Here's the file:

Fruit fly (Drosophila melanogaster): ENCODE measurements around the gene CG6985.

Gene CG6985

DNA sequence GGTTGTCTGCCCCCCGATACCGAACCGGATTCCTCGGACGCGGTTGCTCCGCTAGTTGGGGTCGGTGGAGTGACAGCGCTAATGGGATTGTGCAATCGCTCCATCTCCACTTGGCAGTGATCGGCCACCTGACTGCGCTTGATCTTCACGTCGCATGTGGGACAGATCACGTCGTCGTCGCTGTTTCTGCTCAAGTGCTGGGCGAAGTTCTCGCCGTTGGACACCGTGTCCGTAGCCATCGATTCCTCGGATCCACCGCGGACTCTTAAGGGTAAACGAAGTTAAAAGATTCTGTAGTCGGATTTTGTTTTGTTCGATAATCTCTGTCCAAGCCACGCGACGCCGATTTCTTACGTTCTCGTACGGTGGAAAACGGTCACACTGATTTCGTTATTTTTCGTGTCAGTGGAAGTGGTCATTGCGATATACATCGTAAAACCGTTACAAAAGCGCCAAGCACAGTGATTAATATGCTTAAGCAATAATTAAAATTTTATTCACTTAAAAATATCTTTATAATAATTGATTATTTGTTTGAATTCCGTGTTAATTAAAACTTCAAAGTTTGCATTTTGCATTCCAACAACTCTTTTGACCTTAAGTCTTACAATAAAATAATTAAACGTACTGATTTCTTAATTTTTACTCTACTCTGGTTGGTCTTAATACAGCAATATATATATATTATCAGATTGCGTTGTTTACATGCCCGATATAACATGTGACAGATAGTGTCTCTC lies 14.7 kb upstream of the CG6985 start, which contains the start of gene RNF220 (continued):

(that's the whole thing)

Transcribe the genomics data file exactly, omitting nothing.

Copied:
Fruit fly (Drosophila melanogaster): ENCODE measurements around the gene CG6985.

Gene CG6985

DNA sequence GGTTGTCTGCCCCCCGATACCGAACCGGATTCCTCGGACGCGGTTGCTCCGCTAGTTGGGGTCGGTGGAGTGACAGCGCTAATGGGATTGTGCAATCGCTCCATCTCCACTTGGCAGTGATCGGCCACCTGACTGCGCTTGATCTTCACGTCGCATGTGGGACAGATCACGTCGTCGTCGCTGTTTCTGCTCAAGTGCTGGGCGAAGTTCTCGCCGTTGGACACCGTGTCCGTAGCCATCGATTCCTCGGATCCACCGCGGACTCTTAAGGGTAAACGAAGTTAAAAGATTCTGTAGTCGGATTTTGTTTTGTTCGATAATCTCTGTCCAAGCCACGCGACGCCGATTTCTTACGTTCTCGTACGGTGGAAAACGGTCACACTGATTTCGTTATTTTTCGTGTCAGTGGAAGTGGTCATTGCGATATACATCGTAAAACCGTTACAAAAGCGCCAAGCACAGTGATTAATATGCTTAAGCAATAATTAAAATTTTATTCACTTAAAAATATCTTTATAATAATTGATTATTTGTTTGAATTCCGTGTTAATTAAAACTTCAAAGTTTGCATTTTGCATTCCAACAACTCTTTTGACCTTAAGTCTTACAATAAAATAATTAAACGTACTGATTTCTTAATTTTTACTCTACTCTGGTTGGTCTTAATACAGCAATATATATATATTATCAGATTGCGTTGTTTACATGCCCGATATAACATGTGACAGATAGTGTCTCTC lies 14.7 kb upstream of the CG6985 start, which contains the start of gene RNF220 (continued):